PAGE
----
The following is part two of an interview with Andrew McFadyen, the father of eight-year-old Isaac who has the rare disease MPS VI. Wednesday’s story featured Isaac’s continued battle with the disease. Today’s story focuses on the McFadyen family’s advocacy for other children diagnosed with the disease. Friday’s story will announce their lofty new fundraising project.
CAMPBELLFORD — First, back in 2006, it was for his own son Isaac. Then, last year, it was for another Ontario boy, two-year-old Jasper More. Now, it’s for a three-year-old Saskatchewan girl, Violet Revet.
All three young children (although Isaac is now eight) were diagnosed with the rare enzyme deficiency disease MPS VI (Maroteaux Lamy Syndrome). Two of them — Isaac and Jasper — were initially denied funding from their provincial government for the life-sustaining treatment that is available to help to help stave off the devastating symptoms of the disease. Violet, the most recent case, and her parents — Jennifer Yanke and Larry Revet — are still waiting to find out if she is approved or denied. She is only the ninth confirmed case of MPS VI in Canada. There are about 1,100 worldwide.
Andrew McFadyen has lobbied governments to ensure the children get the treatment they so desperately need.
Make no mistake, McFadyen pours his heart into every lobby effort, whether that’s for his own son or someone else’s child. He just wishes he didn’t have to. One child denied, one lobby effort is all one too many, as far as he’s concerned.
“This is now the third big advocacy push that we’ve had to look after and that’s a big problem to me,” he said in an interview earlier this week. “You would think after the first one that precedent has been set and people can go forward and change public policy for the better and ensure there’s an active review process for this type of treatment.”
When Isaac McFadyen was diagnosed with MPS VI, the news was devastating to his parents Andrew and Ellen. Symptoms of MPS VI include stiffening joints, stunted growth, heart and airway disease, spinal cord compression and a shortened life span.
Somehow, they had to find the strength to fight for funding from the government. Treatment, called Naglazyme, provided hope. It’s an Enzyme Replacement Therapy designed to provide patients with a synthetic version of the enzyme they are lacking.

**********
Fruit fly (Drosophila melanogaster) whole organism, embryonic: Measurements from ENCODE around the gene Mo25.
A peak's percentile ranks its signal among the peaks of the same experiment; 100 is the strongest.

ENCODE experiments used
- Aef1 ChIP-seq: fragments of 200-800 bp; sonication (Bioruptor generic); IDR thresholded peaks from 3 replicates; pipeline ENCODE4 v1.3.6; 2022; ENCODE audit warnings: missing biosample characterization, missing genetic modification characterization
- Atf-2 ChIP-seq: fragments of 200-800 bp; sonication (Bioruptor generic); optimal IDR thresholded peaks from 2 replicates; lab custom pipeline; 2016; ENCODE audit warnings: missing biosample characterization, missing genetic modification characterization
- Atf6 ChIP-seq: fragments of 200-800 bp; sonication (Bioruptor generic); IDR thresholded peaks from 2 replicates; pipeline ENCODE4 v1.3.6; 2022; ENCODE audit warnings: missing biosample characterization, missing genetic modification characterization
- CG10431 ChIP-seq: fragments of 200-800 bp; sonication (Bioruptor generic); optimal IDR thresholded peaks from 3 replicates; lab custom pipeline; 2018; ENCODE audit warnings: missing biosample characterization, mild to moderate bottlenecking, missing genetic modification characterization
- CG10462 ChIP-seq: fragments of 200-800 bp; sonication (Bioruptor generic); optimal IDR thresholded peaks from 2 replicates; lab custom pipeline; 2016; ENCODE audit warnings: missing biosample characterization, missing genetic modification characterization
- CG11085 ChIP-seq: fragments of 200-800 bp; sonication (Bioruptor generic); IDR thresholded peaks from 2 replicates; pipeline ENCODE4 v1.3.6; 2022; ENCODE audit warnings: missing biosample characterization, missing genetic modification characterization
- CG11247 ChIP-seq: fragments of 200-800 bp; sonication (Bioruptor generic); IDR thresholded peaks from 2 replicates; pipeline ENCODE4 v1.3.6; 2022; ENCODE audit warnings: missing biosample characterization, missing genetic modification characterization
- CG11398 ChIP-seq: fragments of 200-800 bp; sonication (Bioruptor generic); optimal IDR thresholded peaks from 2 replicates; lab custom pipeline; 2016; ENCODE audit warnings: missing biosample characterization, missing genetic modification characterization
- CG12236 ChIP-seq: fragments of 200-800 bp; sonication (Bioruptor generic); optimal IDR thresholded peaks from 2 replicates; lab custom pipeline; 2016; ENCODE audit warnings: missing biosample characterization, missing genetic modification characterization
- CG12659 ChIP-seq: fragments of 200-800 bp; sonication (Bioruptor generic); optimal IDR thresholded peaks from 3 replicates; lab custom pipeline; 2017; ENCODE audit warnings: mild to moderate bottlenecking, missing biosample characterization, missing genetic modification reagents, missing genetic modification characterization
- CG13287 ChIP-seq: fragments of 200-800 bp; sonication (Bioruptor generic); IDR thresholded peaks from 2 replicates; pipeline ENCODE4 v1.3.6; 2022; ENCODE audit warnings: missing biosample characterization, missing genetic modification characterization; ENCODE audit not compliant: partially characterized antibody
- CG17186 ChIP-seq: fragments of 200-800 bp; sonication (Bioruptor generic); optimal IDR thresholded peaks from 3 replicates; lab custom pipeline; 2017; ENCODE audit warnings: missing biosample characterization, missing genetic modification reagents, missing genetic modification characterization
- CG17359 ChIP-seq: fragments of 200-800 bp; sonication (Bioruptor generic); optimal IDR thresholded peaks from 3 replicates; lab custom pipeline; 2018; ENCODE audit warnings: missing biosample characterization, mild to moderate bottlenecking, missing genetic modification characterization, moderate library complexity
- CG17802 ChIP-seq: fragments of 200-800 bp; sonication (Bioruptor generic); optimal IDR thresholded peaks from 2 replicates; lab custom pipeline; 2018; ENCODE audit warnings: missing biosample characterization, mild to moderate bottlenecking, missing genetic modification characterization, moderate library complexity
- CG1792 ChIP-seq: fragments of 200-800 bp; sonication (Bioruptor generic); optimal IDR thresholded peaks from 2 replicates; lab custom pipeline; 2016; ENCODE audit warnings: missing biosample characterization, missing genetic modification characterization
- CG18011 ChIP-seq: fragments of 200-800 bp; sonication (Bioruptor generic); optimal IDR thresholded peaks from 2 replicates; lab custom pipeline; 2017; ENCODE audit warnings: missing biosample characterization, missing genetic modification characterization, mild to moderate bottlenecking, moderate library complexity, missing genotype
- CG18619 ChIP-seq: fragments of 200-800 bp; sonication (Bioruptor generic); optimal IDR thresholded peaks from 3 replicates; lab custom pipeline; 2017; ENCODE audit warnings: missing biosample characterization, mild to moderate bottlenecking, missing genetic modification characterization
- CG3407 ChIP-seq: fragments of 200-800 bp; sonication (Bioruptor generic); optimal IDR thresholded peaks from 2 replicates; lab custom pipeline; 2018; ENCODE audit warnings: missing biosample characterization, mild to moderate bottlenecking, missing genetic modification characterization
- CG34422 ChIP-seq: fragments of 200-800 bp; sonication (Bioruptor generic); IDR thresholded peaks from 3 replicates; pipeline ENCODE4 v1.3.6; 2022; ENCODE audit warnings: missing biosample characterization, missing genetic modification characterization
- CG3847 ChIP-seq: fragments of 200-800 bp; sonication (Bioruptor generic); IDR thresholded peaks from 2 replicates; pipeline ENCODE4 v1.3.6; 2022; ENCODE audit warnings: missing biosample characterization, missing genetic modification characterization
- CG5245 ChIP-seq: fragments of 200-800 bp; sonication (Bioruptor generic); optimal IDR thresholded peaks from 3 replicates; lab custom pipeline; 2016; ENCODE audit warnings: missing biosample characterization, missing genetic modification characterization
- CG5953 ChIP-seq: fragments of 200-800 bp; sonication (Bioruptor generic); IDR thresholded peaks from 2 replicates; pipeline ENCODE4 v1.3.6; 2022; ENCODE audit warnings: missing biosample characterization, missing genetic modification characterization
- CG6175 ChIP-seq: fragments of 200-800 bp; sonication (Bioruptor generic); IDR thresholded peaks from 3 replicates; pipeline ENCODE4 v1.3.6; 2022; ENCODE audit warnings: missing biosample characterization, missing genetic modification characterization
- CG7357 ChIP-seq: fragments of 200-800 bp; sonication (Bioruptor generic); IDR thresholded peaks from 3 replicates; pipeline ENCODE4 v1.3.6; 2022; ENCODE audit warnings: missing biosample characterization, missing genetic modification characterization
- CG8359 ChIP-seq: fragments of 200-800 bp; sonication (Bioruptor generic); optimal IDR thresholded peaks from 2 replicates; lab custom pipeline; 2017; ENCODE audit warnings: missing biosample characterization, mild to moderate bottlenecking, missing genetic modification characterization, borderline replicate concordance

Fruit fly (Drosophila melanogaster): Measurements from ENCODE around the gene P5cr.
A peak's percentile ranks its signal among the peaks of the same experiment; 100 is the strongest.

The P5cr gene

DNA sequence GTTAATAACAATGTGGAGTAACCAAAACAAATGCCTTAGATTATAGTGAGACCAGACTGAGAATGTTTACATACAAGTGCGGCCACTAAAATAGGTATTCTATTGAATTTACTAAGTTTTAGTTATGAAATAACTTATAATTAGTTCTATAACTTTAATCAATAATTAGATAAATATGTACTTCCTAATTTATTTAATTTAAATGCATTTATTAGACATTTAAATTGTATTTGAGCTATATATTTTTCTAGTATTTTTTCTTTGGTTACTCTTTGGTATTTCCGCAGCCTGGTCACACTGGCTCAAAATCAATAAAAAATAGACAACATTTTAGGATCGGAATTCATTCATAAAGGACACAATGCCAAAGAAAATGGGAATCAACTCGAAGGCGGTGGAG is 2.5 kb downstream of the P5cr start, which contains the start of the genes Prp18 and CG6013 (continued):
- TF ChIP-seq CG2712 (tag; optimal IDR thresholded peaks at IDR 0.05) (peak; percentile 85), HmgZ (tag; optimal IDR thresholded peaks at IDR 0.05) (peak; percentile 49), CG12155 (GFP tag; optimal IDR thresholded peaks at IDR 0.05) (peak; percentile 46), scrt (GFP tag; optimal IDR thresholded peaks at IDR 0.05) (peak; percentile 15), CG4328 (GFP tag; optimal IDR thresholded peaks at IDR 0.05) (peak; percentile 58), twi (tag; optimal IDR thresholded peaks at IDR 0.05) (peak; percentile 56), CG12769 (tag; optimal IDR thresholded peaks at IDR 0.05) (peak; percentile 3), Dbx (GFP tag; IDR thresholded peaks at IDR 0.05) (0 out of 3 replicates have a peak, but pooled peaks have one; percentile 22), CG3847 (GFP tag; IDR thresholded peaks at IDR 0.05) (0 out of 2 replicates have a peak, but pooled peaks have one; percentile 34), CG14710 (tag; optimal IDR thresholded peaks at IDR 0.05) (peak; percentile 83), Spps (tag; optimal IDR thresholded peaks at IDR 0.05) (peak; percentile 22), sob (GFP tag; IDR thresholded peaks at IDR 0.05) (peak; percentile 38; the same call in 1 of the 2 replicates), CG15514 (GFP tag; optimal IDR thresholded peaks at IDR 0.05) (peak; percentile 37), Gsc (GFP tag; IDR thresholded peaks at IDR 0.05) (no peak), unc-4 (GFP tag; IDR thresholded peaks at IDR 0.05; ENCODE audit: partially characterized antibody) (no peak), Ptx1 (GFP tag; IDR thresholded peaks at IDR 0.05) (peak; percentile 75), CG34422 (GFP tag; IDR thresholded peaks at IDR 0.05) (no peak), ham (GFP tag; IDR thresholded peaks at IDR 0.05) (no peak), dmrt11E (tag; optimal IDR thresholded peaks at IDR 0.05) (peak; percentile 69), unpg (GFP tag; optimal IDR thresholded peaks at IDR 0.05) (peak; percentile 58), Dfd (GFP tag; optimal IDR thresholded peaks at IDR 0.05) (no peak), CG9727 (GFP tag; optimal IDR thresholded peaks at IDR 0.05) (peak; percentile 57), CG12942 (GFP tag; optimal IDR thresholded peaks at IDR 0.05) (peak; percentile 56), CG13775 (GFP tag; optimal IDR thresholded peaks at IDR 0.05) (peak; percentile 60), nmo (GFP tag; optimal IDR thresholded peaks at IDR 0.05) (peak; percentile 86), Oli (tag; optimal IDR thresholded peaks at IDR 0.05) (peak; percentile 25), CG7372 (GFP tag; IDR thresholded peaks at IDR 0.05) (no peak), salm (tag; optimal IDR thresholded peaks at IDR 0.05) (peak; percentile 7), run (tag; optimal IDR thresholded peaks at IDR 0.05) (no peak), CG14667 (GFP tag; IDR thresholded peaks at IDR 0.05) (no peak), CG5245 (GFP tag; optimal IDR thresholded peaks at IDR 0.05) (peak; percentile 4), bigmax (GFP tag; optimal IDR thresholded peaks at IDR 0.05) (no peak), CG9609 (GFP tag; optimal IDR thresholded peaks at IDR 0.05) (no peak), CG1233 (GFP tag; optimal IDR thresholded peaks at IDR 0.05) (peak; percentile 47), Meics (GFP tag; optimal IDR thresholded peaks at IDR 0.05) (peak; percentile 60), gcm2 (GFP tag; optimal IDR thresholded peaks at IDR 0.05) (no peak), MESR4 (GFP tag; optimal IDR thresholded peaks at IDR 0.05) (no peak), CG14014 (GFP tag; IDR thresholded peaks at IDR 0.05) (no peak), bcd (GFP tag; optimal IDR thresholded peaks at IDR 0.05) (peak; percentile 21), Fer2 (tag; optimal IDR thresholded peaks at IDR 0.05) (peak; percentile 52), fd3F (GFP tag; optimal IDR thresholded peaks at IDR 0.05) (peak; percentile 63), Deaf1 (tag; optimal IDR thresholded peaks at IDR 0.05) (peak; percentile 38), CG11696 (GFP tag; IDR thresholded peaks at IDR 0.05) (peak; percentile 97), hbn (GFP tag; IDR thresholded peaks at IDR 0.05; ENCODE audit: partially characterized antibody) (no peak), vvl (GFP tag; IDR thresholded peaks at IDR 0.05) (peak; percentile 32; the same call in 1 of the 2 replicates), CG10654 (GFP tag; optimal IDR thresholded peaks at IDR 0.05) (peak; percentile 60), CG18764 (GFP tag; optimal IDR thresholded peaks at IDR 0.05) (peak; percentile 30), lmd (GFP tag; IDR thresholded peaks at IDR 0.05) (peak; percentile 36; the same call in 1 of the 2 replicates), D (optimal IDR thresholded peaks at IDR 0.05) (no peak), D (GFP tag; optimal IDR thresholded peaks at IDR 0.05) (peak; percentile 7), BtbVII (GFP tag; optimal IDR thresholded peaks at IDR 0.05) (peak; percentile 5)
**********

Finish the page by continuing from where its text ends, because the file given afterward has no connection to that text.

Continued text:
Naglazyme is only available to Canadian patients through the federal government’s Special Access Program. The treatment comes with a hefty price tag of a million dollars a year, to be paid by provincial governments. From the McFadyens perspective as parents, though, you can’t put a price tag on your children.
“We know that this (treatment) is not a cure. I never tell anybody Isaac needs this, or Jasper needs this, or Violet needs this because it’s going to cure the disease,” McFadyen said. “We’ve always said it’s a lifeboat. It’s something that we can provide our children with to slow the progression of the disease and in some cases halt the progression of the disease until we can find that cure. It allows children to have a more normal and healthy life.
“From a parent’s perspective, that’s what you want for your children, to give them the best opportunity at a normal, healthy life,” he continued. “From a government’s perspective, I know they look at this for dollars and cents. They don’t look at the cost of the disease for them if it goes untreated. They don’t look at the cost of corneal transplants, double hip replacements, heart and airway disease…they don’t take that into account. They just look at that cost of one million a year and balk at it. It makes me angry, it makes me upset, and as a parent it really makes me question the importance of children with rare diseases across this country.”